When I was a teenager, the leader of the local LDS Congregation I attended advised me not to read anti-Mormon literature as it could mess up my faith. He was correct. It did. Reading theology and related things still causes me to rethink things. I should stop doing this and just find a belief system I am comfortable is consistent with God and Jesus and let others worry about meanings and translations and all that. But I cannot.
Words and what they mean: I have been known to spend literally hours in a dictionary following linkages of word meanings. It just fascinates me. In theological areas, it cause me to rethink things and it never seems to end.
The new phrases, which were found yesterday are “everlasting punishment” and “life eternal” from Matthew 25:46. I want to focus on the eternal punishment phrase for the rest of this posting.
The Greek word we have translated as “everlasting” or “eternal” is “aionion.” The Greek words used herein can all be looked up here.
Most Greek Scholars tell us that the word means an age of indefinate period, but with a beginning and an end, that the common usage of theologians of “without beginning and end, that which always has been and always will be; without beginning; without end, never to cease, everlasting.” is not the most precise. Yes, it is possible to have an eon without end, but that is not the most common understanding of the word. Besides, there were better Greek words that would have been used if the writer really wanted to convey the idea of “forever and ever, ” such as “ Aidios, which has only the sense of “eternal or everlasting.
The Greek word we have translated as “punishment” is “kolasis,” which means a penalty, punishment or correction. Corrective? Why would there be corrective punishment if the punishment lasts forever?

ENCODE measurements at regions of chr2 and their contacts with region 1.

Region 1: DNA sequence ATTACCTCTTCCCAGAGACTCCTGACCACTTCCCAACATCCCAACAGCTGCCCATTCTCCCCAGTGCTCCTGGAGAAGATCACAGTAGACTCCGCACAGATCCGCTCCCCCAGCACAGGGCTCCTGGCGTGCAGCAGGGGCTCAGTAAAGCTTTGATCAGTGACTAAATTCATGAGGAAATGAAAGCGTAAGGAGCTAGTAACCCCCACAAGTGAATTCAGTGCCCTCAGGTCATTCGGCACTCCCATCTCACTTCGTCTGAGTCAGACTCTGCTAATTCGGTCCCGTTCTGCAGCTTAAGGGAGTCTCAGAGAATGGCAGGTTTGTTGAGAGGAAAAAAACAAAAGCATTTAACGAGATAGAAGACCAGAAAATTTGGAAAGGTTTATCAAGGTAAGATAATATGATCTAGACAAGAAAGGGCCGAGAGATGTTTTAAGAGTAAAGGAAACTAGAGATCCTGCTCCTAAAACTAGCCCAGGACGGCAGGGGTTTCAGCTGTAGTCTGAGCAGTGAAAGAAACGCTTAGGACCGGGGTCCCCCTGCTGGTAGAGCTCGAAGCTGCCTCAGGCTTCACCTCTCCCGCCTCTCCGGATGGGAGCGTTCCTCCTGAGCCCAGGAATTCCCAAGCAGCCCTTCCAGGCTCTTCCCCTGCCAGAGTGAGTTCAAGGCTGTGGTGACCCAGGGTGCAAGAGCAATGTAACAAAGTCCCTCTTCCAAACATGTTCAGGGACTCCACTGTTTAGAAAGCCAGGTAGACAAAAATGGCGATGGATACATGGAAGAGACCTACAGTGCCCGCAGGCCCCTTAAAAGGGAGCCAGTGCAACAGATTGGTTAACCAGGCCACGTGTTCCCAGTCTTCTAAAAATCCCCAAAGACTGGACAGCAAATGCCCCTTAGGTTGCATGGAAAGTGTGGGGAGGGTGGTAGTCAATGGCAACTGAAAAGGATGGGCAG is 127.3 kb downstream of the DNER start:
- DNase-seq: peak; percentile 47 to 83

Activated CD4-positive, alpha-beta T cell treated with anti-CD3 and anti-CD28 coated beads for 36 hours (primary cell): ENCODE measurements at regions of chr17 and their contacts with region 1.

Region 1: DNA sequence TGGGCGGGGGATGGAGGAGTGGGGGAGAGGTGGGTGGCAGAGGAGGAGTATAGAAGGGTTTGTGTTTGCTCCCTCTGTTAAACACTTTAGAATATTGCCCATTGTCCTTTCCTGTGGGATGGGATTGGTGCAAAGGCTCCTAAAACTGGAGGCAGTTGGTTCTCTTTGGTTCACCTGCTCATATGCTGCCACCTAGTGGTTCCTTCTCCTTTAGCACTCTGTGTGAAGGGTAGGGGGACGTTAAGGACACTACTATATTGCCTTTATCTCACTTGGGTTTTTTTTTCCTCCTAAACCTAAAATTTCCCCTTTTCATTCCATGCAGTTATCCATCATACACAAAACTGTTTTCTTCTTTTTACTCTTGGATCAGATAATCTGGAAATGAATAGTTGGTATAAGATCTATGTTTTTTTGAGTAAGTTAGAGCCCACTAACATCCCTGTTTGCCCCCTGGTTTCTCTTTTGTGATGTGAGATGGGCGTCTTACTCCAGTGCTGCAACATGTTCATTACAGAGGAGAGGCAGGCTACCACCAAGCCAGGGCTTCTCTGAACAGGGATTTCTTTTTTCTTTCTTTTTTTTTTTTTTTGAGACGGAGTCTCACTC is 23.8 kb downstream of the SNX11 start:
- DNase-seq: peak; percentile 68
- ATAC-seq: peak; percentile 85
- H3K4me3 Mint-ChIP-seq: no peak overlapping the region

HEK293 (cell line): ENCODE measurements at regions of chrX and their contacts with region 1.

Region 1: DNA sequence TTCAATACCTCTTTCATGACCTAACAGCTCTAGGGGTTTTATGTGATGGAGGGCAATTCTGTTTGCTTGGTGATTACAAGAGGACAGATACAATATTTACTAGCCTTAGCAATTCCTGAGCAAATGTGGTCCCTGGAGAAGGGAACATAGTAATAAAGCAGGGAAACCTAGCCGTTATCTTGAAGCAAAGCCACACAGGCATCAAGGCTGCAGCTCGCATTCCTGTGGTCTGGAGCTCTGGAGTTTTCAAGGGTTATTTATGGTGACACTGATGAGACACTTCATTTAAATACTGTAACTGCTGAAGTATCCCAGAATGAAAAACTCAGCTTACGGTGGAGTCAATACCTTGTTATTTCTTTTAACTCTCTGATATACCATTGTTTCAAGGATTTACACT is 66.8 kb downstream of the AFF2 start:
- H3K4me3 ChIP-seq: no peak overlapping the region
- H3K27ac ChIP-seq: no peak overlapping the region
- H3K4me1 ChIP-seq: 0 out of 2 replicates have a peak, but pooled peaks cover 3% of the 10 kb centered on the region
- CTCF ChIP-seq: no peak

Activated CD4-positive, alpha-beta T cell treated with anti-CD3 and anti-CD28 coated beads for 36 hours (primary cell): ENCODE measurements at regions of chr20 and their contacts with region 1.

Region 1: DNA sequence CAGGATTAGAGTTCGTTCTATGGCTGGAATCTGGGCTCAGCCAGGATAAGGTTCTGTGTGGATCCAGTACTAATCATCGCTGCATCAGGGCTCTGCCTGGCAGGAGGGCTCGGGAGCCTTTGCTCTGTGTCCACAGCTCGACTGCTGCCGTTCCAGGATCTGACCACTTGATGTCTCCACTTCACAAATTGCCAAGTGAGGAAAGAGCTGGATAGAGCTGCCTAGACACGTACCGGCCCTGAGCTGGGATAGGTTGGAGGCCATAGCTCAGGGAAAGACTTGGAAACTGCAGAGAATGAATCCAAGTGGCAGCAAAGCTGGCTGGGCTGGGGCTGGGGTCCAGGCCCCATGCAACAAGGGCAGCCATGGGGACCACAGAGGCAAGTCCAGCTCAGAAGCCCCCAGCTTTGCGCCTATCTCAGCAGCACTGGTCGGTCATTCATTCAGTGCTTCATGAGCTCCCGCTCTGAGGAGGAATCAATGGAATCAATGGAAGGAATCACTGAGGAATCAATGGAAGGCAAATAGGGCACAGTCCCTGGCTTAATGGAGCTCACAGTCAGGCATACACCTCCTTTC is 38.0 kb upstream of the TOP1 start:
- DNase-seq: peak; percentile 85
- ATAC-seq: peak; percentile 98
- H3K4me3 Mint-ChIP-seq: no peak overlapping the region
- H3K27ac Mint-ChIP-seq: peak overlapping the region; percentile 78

Matthew, when dealing with what happened to the goats could have used ” ekdikesis,” which means vengeful punishment, with a sense of vindication.
So, if Matthew intended to convey “eternal punishment” why did he use word that mean “corrective punishment for an age” when he had better choices in front of him?
Could it be that he just didn’t believe in eternal punishment?
No one denies that there were so-called heresies in the early church teaching Universal Salvation, led by church fathers Clement and Origen of Alexandria, Ambrose and Jerome, and others, but in the 5th century, Augustine was converted to Christianity and he brought with him the belief in eternal punishment, which, due in part to his influence, became the orthodox position.
It was also about this time that Jerome was translating the Bible from Greek into the Latin Vulgate, and as Jerome was working pretty much by himself under the charge of the Western Church’s Pope, could have just made a mistake. (There are conspiracy theories about Jerome, but I think error is a better razor than conspiracy.)
Thing is, it is the existing theology that defines heresy. We cannot, however, get around the fact that universal salvation was believe by a significant—if not majority—of Christians in the early Church.
Philippians 2: 10-11 supports universal salvation (as do numerous New Testament verses, which I will leave to another posting or to the reader’s own research):
That at the name of Jesus every knee should bow, of things in heaven, and things in earth, and things under the earth; And that every tongue should confess that Jesus Christ is Lord, to the glory of God the Father.
What happens after this? After all confess Jesus Christ is Lord (the first statement of faith required to be Christian), some (most) are then cast into the lake of fire and brimstone to be punished eternally? Make no sense and, if true, discloses a really heinous and callous God not worthy of respect, much less worship.
And what of this lake of fire and brimstone anyway? If the Bible is to be read the same yesterday, today and tomorrow, then what is important is what the words meant to the first readers, those who read ancient Koinos Greek. If our understanding is different than theirs, it is our understanding that must change. Their understanding was what the writer was trying to pique.
Brimstone is an old word for Sulpher, which was used by the ancients as a purifier. The Greek word for sulpher (brimstone) is theion, a brimstone divine incense, because burning brimstone was regarded as having power to purify, and to ward off disease.
To any Greek, or to any trained in the Greek language, a “lake of fire and brimstone” would mean a “lake of divine purification.” The idea of judgment need not be excluded . . . Divine purification and divine consecration are the plain meaning in ancient Greek.— By Charles Pridgeon (See this site).
The picture is from here